He had heard that fentanyl pills had appeared in his area.
“But you never think it’s going to happen to you,” Loudon said.
He commented that they even had a conversation about fentanyl the day before he died. “I was a bit naive, I wanted to stick my head in the sand and think ‘I bet he knows what he’s doing.'”
On November 3, 2020, she found 21-year-old Matthew on his basement floor.
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Matthew’s autopsy report lists the cause of his death as fentanyl and despropionyl fentanyl poisoning.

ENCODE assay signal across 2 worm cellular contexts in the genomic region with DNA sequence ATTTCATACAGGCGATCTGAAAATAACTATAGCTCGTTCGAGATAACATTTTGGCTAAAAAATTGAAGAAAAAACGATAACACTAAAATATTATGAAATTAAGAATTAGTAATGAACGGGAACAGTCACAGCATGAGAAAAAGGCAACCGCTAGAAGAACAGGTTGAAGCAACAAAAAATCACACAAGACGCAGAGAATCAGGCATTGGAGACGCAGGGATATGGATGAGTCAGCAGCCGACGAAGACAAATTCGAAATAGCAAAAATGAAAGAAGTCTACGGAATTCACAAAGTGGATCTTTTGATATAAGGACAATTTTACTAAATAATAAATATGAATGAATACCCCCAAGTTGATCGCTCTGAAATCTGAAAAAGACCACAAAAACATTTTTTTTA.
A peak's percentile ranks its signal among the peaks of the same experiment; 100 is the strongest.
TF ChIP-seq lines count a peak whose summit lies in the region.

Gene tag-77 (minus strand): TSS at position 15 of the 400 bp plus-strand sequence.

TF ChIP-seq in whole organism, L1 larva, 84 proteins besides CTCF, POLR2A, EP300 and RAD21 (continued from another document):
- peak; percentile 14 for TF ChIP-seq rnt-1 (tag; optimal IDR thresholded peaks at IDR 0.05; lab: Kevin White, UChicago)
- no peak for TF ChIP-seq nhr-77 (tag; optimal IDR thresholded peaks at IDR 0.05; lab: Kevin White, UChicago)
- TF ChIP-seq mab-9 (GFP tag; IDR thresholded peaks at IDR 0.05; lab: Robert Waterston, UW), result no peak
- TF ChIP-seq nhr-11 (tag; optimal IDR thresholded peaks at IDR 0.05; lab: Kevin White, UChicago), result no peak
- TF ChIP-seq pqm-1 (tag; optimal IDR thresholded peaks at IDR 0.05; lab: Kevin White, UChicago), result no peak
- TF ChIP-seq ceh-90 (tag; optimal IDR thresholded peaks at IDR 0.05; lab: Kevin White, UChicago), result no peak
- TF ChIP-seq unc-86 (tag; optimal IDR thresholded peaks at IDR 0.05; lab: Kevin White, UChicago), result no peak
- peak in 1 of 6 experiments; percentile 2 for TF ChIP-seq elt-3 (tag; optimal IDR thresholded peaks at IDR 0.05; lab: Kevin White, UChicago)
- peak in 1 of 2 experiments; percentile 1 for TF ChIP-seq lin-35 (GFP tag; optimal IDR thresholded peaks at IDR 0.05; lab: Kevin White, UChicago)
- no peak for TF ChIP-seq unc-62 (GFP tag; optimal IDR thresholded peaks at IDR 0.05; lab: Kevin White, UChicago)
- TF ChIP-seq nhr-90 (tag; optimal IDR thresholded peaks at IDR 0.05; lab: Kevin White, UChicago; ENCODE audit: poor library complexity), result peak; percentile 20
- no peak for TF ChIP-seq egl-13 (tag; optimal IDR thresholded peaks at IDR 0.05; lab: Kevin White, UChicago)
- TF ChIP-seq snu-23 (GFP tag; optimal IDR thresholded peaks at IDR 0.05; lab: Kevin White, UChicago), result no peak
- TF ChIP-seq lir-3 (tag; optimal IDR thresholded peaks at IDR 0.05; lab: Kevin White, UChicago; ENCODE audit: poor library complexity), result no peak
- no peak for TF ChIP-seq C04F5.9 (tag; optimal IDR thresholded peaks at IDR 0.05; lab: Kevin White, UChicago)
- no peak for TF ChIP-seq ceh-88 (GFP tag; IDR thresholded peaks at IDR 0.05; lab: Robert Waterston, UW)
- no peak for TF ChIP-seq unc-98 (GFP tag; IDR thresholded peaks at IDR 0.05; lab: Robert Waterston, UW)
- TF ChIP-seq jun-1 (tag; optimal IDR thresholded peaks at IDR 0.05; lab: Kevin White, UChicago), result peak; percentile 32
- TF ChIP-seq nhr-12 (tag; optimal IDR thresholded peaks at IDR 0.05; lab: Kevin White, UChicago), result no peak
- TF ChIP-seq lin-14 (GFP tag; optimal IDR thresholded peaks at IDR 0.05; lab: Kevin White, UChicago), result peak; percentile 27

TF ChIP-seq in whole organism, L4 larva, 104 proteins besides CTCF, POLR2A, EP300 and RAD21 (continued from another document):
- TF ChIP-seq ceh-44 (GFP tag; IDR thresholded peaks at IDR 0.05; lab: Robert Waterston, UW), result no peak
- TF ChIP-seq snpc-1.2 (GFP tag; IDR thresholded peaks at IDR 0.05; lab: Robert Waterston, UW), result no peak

“I am not saying that I have had an overdose. I’m saying she died of fentanyl poisoning. …To tell the truth, at the end of the day, for me, he was killed, right? Because he asked for one thing. They gave him something different. And he took his life.
For a father, he said, the most difficult thing is to bury his son. It’s a pain he talks about in hopes of keeping other families safe.
“It’s Russian roulette,” he warns them. “You never know what you are going to find”.
a pill can kill
The number of pills seized by the DEA skyrocketed in just three years, from 2.2 million in 2019 to 50.6 million in 2022.
The sheer volume of pills has been one of the biggest challenges for the DEA lab, Oulton says. As the fentanyl threat grows, the Virginia facility is expanding to perform the necessary tests.